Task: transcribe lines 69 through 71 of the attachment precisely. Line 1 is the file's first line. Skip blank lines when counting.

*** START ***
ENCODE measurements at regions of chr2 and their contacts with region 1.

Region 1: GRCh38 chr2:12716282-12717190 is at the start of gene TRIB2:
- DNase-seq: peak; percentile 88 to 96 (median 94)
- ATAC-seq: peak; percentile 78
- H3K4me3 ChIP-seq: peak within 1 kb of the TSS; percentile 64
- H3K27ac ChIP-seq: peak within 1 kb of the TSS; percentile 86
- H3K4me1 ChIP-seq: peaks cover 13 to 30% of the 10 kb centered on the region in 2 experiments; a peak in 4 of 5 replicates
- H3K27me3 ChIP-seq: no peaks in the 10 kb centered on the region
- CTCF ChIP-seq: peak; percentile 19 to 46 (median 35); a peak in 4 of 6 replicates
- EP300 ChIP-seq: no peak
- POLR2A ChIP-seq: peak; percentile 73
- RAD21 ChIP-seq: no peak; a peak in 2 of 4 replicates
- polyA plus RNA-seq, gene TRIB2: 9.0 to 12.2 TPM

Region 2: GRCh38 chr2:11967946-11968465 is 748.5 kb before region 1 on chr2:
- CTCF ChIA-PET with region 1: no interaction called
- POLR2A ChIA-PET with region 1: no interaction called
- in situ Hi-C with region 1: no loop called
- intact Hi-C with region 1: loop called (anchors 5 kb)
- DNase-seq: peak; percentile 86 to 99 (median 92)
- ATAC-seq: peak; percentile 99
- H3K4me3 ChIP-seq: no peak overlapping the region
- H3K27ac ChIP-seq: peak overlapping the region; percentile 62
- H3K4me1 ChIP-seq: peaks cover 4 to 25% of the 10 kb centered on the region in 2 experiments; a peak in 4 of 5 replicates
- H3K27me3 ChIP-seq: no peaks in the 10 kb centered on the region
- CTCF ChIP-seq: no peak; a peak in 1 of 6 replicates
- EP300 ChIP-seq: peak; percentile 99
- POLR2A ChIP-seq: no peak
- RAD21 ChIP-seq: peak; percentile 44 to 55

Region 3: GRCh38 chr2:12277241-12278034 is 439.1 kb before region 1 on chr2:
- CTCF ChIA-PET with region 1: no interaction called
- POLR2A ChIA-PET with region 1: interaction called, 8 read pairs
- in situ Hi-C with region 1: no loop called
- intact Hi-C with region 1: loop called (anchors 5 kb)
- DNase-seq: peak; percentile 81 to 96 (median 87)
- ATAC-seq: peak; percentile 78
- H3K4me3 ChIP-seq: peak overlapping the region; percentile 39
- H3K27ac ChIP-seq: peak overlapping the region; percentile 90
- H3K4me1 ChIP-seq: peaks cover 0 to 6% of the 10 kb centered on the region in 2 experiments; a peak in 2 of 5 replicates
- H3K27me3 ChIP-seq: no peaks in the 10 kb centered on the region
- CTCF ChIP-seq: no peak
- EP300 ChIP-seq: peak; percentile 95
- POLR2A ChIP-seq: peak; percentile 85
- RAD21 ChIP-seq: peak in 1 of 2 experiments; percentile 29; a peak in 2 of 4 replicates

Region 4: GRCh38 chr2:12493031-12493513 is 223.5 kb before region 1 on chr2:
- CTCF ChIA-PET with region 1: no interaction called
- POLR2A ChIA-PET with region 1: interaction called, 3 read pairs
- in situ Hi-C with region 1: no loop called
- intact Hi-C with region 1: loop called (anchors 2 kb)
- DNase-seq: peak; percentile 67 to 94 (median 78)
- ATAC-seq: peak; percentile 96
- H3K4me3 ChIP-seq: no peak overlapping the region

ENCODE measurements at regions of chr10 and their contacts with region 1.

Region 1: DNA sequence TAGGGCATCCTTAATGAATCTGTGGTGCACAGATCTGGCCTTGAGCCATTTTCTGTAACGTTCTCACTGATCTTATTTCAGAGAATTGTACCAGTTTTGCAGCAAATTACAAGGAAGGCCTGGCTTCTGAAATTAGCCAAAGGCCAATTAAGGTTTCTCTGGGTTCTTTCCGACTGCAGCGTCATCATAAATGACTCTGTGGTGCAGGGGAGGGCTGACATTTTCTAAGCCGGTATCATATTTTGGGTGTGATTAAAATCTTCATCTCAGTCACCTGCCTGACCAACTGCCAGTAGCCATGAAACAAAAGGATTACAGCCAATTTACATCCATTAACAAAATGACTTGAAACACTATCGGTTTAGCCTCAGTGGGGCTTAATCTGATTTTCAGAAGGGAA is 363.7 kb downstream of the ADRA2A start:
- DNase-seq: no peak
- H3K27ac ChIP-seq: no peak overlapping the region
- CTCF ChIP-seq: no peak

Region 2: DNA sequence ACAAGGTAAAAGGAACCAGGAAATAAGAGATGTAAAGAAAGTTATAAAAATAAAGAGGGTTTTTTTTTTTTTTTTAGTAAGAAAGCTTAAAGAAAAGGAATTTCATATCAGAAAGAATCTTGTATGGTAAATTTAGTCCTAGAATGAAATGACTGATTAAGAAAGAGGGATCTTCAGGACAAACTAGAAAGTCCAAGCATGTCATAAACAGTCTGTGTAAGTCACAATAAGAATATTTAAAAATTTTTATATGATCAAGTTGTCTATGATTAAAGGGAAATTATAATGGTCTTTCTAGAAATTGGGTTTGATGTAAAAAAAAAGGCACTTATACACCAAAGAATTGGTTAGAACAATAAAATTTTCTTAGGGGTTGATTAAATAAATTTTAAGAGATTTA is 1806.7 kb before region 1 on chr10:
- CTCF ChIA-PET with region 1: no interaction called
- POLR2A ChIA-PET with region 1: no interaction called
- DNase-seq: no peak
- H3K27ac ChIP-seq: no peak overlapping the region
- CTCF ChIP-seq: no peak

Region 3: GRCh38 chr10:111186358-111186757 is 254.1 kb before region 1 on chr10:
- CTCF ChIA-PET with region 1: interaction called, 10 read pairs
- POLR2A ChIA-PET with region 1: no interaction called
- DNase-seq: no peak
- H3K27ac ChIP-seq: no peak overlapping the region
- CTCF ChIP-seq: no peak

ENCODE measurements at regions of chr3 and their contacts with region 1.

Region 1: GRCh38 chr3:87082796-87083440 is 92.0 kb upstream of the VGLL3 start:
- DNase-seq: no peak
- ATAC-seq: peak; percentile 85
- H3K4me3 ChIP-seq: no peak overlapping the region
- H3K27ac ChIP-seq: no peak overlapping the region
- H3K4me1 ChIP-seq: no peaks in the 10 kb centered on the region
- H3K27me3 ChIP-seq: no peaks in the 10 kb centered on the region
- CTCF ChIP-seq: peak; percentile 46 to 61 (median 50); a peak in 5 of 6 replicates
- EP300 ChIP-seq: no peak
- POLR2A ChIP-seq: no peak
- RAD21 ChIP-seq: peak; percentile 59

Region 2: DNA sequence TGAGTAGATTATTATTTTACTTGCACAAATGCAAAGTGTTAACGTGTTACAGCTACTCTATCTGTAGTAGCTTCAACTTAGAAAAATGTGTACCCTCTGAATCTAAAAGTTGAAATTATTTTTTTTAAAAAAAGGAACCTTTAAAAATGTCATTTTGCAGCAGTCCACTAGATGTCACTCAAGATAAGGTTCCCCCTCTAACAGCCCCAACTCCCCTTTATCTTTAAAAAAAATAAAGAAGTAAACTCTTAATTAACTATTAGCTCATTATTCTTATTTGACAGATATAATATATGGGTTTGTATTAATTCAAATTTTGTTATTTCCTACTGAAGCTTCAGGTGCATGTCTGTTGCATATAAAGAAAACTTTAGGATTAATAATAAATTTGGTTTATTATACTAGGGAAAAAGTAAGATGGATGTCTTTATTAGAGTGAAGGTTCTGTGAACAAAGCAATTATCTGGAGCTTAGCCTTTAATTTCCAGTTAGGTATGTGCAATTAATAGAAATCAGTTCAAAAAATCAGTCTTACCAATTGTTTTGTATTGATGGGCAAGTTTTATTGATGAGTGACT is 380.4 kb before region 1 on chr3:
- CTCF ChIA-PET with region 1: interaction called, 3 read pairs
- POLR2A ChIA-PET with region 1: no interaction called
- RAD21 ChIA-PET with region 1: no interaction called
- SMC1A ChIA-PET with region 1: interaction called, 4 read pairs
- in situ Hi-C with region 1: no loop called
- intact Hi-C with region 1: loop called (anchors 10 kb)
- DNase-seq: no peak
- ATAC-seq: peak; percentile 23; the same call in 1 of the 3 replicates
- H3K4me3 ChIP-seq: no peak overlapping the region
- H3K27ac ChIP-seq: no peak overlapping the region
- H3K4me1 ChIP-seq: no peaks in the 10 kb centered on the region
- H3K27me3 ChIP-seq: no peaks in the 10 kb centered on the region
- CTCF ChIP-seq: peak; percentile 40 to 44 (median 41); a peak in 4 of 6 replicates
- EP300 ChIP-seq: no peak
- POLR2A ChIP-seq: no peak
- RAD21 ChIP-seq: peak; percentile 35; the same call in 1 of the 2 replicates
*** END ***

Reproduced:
ENCODE measurements at regions of chr3 and their contacts with region 1.

Region 1: GRCh38 chr3:87082796-87083440 is 92.0 kb upstream of the VGLL3 start:
- DNase-seq: no peak